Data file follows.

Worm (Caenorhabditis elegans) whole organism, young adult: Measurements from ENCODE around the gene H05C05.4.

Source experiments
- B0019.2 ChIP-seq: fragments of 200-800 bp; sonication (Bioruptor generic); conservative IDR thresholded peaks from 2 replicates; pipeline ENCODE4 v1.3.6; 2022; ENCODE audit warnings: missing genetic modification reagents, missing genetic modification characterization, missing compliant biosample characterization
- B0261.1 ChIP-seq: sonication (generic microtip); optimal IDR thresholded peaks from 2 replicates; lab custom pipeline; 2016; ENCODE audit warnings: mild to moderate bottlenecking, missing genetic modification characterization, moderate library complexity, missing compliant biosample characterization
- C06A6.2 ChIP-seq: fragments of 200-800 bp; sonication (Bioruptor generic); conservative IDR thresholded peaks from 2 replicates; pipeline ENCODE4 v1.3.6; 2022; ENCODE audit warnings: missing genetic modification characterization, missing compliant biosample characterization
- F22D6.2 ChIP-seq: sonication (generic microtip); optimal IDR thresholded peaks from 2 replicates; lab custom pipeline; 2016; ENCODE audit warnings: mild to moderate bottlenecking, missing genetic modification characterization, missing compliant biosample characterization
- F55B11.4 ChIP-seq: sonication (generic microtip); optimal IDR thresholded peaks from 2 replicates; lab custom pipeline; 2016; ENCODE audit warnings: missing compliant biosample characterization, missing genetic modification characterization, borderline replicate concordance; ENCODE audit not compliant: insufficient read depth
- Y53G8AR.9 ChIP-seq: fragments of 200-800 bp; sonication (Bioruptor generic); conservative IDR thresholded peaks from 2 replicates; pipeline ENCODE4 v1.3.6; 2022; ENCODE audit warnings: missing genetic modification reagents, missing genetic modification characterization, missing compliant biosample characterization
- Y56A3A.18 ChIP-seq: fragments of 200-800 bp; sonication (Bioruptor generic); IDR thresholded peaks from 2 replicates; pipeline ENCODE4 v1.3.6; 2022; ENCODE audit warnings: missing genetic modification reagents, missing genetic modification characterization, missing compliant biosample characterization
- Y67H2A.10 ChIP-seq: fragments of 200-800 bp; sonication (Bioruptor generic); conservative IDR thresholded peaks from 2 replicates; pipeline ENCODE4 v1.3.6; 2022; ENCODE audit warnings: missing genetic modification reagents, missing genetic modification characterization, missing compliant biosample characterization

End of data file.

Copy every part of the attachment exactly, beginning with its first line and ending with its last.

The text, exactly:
Worm (Caenorhabditis elegans) whole organism, young adult: Measurements from ENCODE around the gene H05C05.4.

Source experiments
- B0019.2 ChIP-seq: fragments of 200-800 bp; sonication (Bioruptor generic); conservative IDR thresholded peaks from 2 replicates; pipeline ENCODE4 v1.3.6; 2022; ENCODE audit warnings: missing genetic modification reagents, missing genetic modification characterization, missing compliant biosample characterization
- B0261.1 ChIP-seq: sonication (generic microtip); optimal IDR thresholded peaks from 2 replicates; lab custom pipeline; 2016; ENCODE audit warnings: mild to moderate bottlenecking, missing genetic modification characterization, moderate library complexity, missing compliant biosample characterization
- C06A6.2 ChIP-seq: fragments of 200-800 bp; sonication (Bioruptor generic); conservative IDR thresholded peaks from 2 replicates; pipeline ENCODE4 v1.3.6; 2022; ENCODE audit warnings: missing genetic modification characterization, missing compliant biosample characterization
- F22D6.2 ChIP-seq: sonication (generic microtip); optimal IDR thresholded peaks from 2 replicates; lab custom pipeline; 2016; ENCODE audit warnings: mild to moderate bottlenecking, missing genetic modification characterization, missing compliant biosample characterization
- F55B11.4 ChIP-seq: sonication (generic microtip); optimal IDR thresholded peaks from 2 replicates; lab custom pipeline; 2016; ENCODE audit warnings: missing compliant biosample characterization, missing genetic modification characterization, borderline replicate concordance; ENCODE audit not compliant: insufficient read depth
- Y53G8AR.9 ChIP-seq: fragments of 200-800 bp; sonication (Bioruptor generic); conservative IDR thresholded peaks from 2 replicates; pipeline ENCODE4 v1.3.6; 2022; ENCODE audit warnings: missing genetic modification reagents, missing genetic modification characterization, missing compliant biosample characterization
- Y56A3A.18 ChIP-seq: fragments of 200-800 bp; sonication (Bioruptor generic); IDR thresholded peaks from 2 replicates; pipeline ENCODE4 v1.3.6; 2022; ENCODE audit warnings: missing genetic modification reagents, missing genetic modification characterization, missing compliant biosample characterization
- Y67H2A.10 ChIP-seq: fragments of 200-800 bp; sonication (Bioruptor generic); conservative IDR thresholded peaks from 2 replicates; pipeline ENCODE4 v1.3.6; 2022; ENCODE audit warnings: missing genetic modification reagents, missing genetic modification characterization, missing compliant biosample characterization